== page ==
The franchising code of conduct allows franchisees to terminate their franchise agreement in limited situations. The circumstances in which you have a right to terminate the agreement are outlined in the disclosure document. This document should have been provided to you by the franchisor before you signed. In this article, we look at the different situations in which you may be able to cancel a franchise agreement.

Cancellation During the Cooling-Off Period

If you change your mind soon after signing the franchise agreement, you can rely on the cooling-off period to safely back out of the agreement early. The code of conduct gives you an automatic right to terminate within seven days of:

  • entering the agreement; or
  • making a payment under the agreement.

The franchisor must then arrange for a refund of any payments you have made under the franchise agreement within 14 days.

However, be aware that the code does allow franchisors to retain certain costs which have been reasonably incurred. Your franchise agreement should set out what these costs are. Generally, this means you will not be able to recover payments made towards the franchisor’s legal expenses or training costs.

Cancellation with Franchisor’s Consent

Once the cooling-off period has expired, you can only terminate a franchise agreement early with the franchisor’s consent.

The best way to acquire consent is to clearly communicate your intentions to the franchisor and determine in what circumstances they will agree to an early termination. For example, some franchise agreements include a termination clause which allows early termination if the franchisee pays an exit fee to the franchisor.

If the franchisor consents to early termination, make sure they provide you with a deed of surrender or deed of release. This is a formal document that sets out the terms of termination. It is important to have a lawyer review this document before you sign it to ensure you understand your obligations after termination (see below).

Alternatively, you can also exit your franchise by selling your business. You can then arrange for your interest under the franchise agreement to transfer to the incoming purchaser. This means that the purchaser will take over the rest of the agreed term. Be aware that you will still need to obtain the franchisor’s consent to do this.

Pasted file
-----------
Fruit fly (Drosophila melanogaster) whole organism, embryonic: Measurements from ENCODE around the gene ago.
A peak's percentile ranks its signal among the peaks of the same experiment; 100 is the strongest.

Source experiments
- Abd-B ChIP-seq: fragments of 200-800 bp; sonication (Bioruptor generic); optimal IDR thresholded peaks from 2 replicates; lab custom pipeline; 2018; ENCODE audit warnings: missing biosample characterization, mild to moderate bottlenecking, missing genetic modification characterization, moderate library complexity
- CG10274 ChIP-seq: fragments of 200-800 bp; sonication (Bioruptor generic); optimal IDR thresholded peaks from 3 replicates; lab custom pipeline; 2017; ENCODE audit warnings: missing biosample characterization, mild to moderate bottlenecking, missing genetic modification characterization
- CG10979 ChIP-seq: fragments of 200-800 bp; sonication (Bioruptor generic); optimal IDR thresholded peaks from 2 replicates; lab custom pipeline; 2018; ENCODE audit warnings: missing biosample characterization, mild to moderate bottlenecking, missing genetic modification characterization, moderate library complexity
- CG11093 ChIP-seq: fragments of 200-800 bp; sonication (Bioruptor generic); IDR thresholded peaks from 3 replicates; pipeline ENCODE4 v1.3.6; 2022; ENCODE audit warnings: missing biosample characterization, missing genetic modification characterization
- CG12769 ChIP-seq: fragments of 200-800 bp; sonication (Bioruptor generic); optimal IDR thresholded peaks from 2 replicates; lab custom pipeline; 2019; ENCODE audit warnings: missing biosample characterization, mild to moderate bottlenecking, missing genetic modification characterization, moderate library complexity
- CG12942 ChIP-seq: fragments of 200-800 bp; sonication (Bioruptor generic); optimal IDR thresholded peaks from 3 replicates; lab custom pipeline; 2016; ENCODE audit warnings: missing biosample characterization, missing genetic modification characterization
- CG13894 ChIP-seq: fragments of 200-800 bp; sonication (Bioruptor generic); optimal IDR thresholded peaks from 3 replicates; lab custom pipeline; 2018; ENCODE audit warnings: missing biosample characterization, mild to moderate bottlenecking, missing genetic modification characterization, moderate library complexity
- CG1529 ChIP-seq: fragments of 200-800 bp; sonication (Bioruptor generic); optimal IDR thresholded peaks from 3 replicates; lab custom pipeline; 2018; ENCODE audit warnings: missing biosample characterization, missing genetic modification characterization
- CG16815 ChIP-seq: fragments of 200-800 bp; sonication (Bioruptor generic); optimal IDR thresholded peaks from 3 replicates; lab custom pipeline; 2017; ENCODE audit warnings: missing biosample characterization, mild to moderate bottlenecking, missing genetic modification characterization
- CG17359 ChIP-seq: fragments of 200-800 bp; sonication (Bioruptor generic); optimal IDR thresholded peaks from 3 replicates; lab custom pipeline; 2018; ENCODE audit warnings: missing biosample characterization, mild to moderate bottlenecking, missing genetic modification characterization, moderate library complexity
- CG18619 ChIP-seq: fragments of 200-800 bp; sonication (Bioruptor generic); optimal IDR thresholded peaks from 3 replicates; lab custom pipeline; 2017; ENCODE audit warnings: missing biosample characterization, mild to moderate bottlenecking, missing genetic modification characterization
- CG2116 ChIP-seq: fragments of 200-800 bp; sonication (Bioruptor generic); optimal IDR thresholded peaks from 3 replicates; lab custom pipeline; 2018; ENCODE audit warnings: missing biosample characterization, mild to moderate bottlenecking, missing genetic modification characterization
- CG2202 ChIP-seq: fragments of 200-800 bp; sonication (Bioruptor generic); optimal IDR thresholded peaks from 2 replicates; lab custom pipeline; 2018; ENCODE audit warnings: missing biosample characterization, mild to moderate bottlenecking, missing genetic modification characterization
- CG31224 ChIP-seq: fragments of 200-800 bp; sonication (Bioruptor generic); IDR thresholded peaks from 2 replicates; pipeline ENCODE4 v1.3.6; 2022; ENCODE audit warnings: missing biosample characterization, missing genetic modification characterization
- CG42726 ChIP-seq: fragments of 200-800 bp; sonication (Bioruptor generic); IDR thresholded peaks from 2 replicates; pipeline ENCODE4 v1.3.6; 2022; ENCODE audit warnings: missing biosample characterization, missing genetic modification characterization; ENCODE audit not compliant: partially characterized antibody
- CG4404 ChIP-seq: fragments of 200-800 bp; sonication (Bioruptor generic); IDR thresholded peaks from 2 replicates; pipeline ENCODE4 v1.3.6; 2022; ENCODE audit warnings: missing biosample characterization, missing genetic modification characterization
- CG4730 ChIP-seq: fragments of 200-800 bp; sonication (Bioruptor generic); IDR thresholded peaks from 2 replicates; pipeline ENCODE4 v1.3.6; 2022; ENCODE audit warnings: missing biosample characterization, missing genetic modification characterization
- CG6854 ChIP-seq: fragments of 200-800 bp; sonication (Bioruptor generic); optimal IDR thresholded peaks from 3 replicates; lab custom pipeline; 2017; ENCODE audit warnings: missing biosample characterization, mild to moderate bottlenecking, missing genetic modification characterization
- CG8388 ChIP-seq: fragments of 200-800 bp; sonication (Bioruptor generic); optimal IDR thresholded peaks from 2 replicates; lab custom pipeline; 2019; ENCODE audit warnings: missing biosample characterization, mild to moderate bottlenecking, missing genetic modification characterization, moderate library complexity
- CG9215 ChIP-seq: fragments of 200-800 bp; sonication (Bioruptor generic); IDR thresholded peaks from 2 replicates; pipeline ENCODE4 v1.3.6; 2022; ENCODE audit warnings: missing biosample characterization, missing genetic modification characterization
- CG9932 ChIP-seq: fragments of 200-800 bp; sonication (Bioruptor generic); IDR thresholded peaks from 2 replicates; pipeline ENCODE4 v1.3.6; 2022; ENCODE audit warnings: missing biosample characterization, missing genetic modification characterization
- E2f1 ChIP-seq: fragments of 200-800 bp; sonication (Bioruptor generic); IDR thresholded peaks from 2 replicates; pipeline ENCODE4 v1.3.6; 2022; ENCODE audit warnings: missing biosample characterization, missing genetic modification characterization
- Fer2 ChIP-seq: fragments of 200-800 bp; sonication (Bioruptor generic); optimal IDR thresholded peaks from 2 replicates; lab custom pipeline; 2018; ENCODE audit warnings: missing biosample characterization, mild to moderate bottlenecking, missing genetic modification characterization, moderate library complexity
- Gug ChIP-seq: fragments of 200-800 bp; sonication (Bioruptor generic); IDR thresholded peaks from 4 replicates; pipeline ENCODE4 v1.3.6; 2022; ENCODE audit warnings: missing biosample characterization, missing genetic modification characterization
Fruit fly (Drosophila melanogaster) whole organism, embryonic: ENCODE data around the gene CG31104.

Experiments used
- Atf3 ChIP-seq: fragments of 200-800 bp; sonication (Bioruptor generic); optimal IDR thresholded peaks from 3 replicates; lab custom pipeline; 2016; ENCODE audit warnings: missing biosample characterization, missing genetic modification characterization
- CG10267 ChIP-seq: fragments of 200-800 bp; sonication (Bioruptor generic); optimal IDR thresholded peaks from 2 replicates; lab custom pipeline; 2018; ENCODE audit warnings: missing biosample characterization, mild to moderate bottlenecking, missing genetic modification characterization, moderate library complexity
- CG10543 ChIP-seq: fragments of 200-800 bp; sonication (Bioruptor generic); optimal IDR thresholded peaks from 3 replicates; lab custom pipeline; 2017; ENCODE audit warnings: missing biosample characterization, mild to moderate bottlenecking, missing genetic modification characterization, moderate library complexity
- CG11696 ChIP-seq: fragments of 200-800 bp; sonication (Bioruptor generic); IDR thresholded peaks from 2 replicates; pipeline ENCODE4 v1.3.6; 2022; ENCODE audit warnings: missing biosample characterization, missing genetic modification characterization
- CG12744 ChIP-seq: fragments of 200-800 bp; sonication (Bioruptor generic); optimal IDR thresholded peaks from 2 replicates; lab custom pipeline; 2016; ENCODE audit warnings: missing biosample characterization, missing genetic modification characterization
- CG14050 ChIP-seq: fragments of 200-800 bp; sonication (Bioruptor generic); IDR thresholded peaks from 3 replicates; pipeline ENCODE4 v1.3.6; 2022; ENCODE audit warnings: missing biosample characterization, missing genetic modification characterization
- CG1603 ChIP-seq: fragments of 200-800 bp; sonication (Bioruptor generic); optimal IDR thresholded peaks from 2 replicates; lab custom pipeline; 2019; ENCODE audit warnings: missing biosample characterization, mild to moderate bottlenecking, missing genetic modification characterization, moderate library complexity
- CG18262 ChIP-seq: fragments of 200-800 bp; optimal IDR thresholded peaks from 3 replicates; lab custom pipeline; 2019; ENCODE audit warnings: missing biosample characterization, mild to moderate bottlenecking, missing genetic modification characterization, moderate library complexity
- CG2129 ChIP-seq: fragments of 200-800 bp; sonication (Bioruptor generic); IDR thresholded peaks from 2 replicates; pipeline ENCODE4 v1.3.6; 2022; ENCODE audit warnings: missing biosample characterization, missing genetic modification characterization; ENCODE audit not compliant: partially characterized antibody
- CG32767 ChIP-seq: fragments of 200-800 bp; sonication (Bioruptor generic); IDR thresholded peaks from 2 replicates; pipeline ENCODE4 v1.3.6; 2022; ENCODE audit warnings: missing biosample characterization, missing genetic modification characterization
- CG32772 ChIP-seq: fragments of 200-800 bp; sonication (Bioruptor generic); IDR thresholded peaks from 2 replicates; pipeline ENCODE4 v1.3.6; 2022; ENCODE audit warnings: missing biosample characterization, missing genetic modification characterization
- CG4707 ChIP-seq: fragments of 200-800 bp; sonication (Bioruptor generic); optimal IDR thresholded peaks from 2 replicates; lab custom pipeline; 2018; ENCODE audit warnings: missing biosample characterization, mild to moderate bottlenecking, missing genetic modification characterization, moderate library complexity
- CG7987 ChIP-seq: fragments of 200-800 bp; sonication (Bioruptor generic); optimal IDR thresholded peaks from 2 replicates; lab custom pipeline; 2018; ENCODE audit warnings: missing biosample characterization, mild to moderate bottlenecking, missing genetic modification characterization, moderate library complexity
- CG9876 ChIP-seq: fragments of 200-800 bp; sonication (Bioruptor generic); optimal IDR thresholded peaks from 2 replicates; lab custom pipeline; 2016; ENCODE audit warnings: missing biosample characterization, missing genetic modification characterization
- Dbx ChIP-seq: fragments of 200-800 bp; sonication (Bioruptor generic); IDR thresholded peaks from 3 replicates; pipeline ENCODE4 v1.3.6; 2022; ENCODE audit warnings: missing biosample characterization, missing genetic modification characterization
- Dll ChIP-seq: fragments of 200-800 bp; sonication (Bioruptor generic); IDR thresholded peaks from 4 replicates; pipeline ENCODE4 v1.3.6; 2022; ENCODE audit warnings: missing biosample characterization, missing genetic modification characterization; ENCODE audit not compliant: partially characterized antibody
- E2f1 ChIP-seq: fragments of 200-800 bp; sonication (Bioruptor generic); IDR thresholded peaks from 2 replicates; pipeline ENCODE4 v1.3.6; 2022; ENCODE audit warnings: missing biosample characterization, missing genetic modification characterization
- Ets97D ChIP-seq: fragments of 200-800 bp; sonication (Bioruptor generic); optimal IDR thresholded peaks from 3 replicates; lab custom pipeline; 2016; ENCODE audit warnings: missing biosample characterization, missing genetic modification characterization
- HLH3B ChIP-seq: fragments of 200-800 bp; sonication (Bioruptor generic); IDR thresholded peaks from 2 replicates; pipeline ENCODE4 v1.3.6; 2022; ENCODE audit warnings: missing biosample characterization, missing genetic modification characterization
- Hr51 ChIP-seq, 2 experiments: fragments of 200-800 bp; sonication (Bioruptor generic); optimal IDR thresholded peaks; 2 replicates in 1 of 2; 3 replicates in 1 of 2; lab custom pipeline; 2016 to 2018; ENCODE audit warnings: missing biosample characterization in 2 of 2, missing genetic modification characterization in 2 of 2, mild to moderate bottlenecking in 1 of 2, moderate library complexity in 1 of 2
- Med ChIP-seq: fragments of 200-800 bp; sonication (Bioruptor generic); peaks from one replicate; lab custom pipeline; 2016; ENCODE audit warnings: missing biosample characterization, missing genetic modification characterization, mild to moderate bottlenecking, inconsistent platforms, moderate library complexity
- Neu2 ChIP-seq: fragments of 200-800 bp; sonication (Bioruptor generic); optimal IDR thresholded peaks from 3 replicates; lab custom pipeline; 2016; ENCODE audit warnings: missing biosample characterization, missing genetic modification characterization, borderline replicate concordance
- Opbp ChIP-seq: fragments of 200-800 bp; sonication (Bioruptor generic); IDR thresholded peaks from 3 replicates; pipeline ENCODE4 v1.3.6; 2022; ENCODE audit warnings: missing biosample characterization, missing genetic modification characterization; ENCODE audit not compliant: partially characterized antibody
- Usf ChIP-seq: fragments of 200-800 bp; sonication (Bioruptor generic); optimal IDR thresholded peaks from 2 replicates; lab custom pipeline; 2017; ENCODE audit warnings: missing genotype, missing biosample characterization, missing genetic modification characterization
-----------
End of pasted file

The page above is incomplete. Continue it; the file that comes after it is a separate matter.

Cancellation Due to Breach

You will not need the franchisor’s consent to terminate if they have failed to fulfil obligations owed to you. These obligations, prescribed by the code, include duties regarding:

  • information disclosure (e.g. a franchisor may be in breach if they failed to provide you with a disclosure document when you entered the franchise);
  • record-keeping (e.g. a franchisor must keep supporting material relating to the disclosure document for six years); and
  • acting in good faith (e.g. a franchisor may be in breach if they refuse to engage in the contractually-stated dispute resolution). 

Ultimately, the franchise agreement is a contractual agreement between you and the franchisor. This means that the right to terminate is generally available only if the franchisor breaches an essential term of the agreement.

Obligations Post-Termination

If you have decided to terminate your agreement, make sure you refer to your franchise agreement. The agreement will set out a process you must follow to ensure compliance. Failing to comply with your obligations could mean you have to pay money to the franchisor.

You may also still have continuing obligations to the franchisor even if you successfully terminate the agreement. For example, franchise agreements commonly include a restraint of trade clause. This clause restricts your ability to carry on a similar business:

  • in a certain area;
  • with the same clients; or
  • for a time after the agreement is terminated.

Key Takeaways

You have the right to cancel your franchise agreement during the cooling-off period. After the cooling-off period expires, the right to terminate usually lies with the franchisor. You can then only terminate with the franchisor’s consent or due to a franchisor’s breach.

If you have any questions about your options for exiting a franchise agreement or need assistance reviewing a franchise agreement, get in touch with LegalVision’s franchise lawyers on 1300 544 755 or fill out the form on this page.

Ling Hsu
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